Dec 10, 2016
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Crossing Over

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Warren Adler: Why I Went Indie & Why the “Joys and Glory of Authordom Cannot Be Dismissed.”

The author of 27 novels trad pubbed novels–including “The War of the Roses”, shares his experiences and talks about why all careers in the arts are essentially bi-polar

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Changing Direction Mid-Stream

What happens when your own life stretches over the boundaries that others have drawn for you?

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How to Take Your Self Seriously as an Indie Author

As a self-published author, I got 99 problems. But a boss ain’t one of them.

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So why, after all of that, would I decide to indie publish a new series? Because the publisher, in the way that publishing sometimes goes, decided not to do any more books after Book 9 came out last fall.

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On Becoming Multimedia Emperors

If it had been the Sixties, we would have begun a commune. If it had been the nineties we would have started a dot-com. Because it’s the 2010s (the first two decades of a century are super annoying for nickname branding purposes), we obviously decided to start a multimedia empire.

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Patti Davis: “If you weren’t you I could sell this in a minute”

There is now a boundary line in my career, separating being conventionally published and self-published. And I’m very much at peace on this side of that boundary line.

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Feather the Clutch: My Journey to Becoming an Indie Author

Twenty-six years later, I think I finally know what “feather the clutch” means. Do that thing that I can’t really tell you in words how to do but when you’re doing it right you’ll feel it and that sickening grinding sound will stop and you’ll sail along in the direction you want to go.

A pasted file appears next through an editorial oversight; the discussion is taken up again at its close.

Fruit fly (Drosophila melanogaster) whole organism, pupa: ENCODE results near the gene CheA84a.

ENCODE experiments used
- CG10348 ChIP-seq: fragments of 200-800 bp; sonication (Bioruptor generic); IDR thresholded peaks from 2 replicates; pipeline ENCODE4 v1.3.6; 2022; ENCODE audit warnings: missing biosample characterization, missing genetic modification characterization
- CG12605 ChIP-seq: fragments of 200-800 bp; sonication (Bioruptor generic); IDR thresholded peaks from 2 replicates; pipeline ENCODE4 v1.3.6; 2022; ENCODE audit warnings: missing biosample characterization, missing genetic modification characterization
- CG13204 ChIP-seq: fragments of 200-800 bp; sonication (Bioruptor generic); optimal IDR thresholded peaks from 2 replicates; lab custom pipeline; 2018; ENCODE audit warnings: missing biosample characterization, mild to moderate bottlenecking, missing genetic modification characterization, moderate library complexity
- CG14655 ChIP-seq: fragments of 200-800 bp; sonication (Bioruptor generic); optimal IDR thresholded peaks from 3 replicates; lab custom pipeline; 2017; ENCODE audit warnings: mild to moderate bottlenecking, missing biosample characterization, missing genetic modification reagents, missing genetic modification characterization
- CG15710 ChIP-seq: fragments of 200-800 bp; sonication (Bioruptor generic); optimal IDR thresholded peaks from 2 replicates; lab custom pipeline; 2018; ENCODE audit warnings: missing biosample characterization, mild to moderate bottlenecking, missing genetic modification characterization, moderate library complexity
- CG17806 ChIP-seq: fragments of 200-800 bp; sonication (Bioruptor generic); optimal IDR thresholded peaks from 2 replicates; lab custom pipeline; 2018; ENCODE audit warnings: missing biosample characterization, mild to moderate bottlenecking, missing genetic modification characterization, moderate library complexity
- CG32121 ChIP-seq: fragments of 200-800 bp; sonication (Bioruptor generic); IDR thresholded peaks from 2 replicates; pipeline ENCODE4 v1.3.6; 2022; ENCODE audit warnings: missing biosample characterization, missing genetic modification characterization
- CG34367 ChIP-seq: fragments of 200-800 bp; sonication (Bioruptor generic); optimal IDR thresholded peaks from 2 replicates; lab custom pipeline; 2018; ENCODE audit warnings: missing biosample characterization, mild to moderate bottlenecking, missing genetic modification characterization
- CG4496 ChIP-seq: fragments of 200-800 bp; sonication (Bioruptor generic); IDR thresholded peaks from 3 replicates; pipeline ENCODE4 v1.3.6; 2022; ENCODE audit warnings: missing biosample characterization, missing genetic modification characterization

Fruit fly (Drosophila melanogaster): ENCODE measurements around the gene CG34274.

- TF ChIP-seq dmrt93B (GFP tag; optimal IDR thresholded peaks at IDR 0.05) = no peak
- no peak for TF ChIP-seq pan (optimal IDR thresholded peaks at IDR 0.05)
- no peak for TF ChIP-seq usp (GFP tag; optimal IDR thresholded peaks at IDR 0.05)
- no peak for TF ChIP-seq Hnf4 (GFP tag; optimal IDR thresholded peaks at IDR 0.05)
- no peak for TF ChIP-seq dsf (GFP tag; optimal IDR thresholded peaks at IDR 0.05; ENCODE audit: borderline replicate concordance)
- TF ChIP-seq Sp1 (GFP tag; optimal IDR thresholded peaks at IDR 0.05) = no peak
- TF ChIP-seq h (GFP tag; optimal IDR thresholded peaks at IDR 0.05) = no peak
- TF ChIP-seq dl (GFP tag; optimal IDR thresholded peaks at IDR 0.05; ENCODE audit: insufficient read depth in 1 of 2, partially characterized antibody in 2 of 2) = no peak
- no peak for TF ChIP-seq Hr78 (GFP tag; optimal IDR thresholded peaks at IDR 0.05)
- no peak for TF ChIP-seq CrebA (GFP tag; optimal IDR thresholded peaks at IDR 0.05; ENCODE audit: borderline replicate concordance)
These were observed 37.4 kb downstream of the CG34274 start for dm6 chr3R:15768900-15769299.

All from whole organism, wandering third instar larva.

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A Traditionally Pubbed Author Wades into the Waters of Self Publishing

Another reason for self publishing is the ability to exercise more control over my “intellectual property.” Yes, the middle man still exists (in my case, Amazon’s digital publishing arm), but outside of providing a “storefront,” the guy in the suit mostly sits back and collects his cut.

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Leaping Into the Abyss of Self-Publishing

He doesn’t have to wait thirty or so days, for a literary agent with an exclusivity agreement to finally say, “Yes, I see potential in your work and would like to see more,” or, as is more often the case, “While your story is very good, I am not the person to represent it.” This, by the way, could go on for a very long time.

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Goodbye to Profit-Driven,Long-Suffering Sheepherders and Hello to Letting Readers Decide

Perhaps I am different from other Indie authors who find themselves pushed into the “indie way” because of a general lack of response from the profit-driven, long-suffering commercial publishing industry, which has been reduced to a passel of lost sheepherders trying to lead their readers without direction or vision.